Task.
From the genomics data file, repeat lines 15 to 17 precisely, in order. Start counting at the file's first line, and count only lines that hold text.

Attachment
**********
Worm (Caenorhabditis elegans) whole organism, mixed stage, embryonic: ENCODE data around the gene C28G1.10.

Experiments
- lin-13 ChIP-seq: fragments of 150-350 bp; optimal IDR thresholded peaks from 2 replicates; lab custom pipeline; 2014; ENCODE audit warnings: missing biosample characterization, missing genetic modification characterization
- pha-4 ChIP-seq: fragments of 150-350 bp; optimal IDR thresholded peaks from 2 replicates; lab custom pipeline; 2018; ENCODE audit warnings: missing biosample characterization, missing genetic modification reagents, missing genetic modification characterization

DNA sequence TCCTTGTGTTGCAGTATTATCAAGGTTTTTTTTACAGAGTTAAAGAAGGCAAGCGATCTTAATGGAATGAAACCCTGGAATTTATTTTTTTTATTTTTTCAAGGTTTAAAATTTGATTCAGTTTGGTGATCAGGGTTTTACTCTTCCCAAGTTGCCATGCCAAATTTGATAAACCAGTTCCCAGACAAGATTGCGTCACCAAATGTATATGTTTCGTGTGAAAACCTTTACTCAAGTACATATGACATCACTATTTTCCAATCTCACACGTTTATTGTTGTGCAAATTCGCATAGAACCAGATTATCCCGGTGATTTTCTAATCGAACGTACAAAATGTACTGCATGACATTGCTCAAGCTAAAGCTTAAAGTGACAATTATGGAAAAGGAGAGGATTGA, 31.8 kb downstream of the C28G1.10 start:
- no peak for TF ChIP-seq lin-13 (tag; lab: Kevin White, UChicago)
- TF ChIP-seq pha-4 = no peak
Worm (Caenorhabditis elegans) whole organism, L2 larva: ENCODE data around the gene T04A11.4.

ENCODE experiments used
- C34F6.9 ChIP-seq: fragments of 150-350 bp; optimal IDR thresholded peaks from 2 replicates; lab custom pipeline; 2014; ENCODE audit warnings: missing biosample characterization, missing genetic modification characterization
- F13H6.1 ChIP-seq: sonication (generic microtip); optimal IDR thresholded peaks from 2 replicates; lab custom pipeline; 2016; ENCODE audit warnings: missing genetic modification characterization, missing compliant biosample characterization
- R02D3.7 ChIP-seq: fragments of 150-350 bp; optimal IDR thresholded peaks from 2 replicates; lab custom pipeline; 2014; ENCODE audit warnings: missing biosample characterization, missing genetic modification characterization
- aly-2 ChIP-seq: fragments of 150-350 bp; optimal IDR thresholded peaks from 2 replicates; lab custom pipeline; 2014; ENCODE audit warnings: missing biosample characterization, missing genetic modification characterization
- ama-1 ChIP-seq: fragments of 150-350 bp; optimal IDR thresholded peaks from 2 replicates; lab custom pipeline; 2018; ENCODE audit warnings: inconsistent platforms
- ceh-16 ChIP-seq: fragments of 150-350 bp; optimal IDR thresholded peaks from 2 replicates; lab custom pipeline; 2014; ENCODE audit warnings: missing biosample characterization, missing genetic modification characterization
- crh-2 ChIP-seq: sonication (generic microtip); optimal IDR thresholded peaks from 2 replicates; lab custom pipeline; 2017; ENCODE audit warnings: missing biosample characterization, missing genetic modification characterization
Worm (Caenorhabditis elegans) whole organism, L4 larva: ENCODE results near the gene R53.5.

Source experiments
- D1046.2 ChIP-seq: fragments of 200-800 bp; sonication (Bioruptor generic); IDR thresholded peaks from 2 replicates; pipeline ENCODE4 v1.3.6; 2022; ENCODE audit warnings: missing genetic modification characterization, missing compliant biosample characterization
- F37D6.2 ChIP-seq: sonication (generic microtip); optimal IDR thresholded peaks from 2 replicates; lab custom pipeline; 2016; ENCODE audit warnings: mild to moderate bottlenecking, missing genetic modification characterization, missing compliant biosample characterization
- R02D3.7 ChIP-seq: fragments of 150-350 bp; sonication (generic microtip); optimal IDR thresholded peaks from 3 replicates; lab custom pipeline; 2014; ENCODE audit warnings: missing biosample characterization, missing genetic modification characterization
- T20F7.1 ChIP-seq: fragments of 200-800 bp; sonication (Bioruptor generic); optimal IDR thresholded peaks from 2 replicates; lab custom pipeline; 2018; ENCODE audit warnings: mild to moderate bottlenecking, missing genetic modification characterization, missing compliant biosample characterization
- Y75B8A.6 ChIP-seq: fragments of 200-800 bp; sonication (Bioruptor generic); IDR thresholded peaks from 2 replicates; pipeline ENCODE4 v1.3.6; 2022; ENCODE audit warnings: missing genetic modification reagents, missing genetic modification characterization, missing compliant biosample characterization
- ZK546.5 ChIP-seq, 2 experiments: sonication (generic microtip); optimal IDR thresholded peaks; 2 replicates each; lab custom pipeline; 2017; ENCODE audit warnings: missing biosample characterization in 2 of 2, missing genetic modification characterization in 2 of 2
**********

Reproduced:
- ceh-16 ChIP-seq: fragments of 150-350 bp; optimal IDR thresholded peaks from 2 replicates; lab custom pipeline; 2014; ENCODE audit warnings: missing biosample characterization, missing genetic modification characterization
- crh-2 ChIP-seq: sonication (generic microtip); optimal IDR thresholded peaks from 2 replicates; lab custom pipeline; 2017; ENCODE audit warnings: missing biosample characterization, missing genetic modification characterization
Worm (Caenorhabditis elegans) whole organism, L4 larva: ENCODE results near the gene R53.5.